Scheme: Newton Advanced Fellowship
Organisation: University of York
Dates: Mar 2015-Feb 2017
Summary: During the Industrial Revolution, in the nineteenth century, scientists realized that both heat and the ability of machines to work are different forms of the same physical quantity, i.e. energy. Investigating the conversion of one form of energy into another, they discovered the laws of classical thermodynamics. In the twentieth century the thermodynamics was connected to information theory showing that the conventional information processing method dissipates energy in an irreversible way. This inevitable fact limits conventional computation.
Nowadays, advances in quantum and nano technologies are enabling the first experimental tests of the concept of quantum computers, which are expected, when fully developed, to surpass the calculation capabilities of conventional computers. Such advantages come from the laws of quantum mechanics. But how much energy will this new type of computing need in real world applications? How much heat will these machines produce? What are the limits of this new quantum technology? Answering these questions requires the development of the new discipline of Quantum Thermodynamics, which is one of the frontiers of contemporary science.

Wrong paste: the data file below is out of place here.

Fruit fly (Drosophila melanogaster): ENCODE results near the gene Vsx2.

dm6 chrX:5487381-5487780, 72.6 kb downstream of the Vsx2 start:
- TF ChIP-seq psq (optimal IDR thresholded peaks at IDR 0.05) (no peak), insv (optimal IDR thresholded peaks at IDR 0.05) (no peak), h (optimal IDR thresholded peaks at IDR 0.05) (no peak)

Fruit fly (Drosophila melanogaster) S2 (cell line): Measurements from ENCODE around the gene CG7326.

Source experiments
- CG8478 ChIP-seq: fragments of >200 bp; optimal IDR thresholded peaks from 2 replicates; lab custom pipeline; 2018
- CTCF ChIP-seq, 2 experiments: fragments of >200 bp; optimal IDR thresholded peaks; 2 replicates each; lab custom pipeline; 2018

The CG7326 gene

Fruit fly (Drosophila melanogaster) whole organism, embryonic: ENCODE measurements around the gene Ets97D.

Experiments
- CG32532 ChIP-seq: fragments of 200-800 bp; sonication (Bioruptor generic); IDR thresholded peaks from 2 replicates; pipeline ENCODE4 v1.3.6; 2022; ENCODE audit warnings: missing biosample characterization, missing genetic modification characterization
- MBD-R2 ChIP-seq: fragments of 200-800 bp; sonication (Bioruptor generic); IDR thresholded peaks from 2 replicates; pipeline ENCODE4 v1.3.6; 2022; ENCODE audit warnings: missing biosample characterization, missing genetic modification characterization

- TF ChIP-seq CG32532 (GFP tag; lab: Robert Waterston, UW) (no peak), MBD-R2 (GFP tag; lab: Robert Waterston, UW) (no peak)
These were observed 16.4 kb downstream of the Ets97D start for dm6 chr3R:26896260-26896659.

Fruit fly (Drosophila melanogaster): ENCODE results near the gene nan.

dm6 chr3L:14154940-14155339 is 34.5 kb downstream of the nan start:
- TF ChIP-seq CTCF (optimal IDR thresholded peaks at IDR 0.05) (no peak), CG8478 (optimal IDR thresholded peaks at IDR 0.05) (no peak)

Quantum Thermodynamics will also need to explain how the ‘arrow of time’ emerges from quantum systems, i.e. how time flows irreversibly from past to present and into the future. This fact is not obvious in the quantum realm, since the microscopic laws of quantum mechanics are time symmetric, and it is also related to the increasing of entropy (the tendency to disorder). This apparent incompatibility between time’s preferred direction and the microscopic laws of physics has fuelled debates for decades. In a recent experiment, our group observed the emergency of the arrow of time and irreversibility at a quantum scale. We are now in position to shed lights on the limits of the quantum technology.